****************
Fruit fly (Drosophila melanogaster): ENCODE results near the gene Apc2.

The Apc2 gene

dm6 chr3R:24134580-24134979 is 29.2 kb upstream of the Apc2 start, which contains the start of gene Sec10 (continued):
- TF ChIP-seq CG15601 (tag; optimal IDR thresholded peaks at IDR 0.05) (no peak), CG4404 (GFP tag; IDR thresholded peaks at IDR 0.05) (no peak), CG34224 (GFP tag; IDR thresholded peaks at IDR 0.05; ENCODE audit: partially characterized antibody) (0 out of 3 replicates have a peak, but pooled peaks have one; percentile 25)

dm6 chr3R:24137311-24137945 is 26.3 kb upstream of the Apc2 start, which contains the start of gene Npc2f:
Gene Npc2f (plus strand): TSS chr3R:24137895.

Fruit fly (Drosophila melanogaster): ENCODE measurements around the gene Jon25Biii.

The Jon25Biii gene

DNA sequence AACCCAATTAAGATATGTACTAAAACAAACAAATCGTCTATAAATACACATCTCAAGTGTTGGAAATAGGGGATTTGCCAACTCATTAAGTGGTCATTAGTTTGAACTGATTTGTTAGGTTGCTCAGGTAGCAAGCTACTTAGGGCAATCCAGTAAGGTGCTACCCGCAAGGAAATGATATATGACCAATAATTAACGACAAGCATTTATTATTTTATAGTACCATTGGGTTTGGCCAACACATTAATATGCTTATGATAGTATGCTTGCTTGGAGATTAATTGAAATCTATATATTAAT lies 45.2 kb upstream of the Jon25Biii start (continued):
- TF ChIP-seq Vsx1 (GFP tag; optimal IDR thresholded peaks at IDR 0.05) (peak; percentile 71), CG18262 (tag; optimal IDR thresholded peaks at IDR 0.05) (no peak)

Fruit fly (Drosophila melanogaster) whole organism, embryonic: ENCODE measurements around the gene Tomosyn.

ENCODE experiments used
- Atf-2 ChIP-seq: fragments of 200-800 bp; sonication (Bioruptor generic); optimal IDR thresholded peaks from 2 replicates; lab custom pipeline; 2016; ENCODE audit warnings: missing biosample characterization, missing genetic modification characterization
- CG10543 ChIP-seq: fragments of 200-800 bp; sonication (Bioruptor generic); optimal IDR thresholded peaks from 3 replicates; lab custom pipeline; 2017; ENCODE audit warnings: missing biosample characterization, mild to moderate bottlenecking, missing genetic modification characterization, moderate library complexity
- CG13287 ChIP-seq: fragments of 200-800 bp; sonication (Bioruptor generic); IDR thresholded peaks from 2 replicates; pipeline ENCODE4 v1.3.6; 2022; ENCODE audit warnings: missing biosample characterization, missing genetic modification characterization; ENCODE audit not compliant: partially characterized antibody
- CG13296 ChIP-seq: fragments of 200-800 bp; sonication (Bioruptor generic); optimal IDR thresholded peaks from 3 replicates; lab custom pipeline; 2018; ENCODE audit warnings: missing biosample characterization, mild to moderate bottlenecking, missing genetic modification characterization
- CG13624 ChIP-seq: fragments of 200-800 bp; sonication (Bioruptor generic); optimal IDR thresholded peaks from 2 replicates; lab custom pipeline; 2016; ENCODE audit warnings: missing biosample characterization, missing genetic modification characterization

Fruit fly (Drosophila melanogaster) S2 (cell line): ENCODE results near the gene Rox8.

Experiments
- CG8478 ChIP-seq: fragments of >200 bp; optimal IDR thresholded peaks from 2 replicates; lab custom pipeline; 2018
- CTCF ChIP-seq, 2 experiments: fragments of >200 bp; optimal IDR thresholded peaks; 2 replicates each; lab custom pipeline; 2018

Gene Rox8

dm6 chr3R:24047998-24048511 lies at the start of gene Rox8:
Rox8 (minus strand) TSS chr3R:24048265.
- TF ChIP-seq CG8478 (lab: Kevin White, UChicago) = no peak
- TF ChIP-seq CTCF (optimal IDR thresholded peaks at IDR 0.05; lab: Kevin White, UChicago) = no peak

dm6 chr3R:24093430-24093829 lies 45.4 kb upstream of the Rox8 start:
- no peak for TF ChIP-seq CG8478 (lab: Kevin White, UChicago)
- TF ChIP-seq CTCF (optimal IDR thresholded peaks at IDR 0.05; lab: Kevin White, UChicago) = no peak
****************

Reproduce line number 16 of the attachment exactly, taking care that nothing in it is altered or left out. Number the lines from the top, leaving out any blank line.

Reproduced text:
- CG13296 ChIP-seq: fragments of 200-800 bp; sonication (Bioruptor generic); optimal IDR thresholded peaks from 3 replicates; lab custom pipeline; 2018; ENCODE audit warnings: missing biosample characterization, mild to moderate bottlenecking, missing genetic modification characterization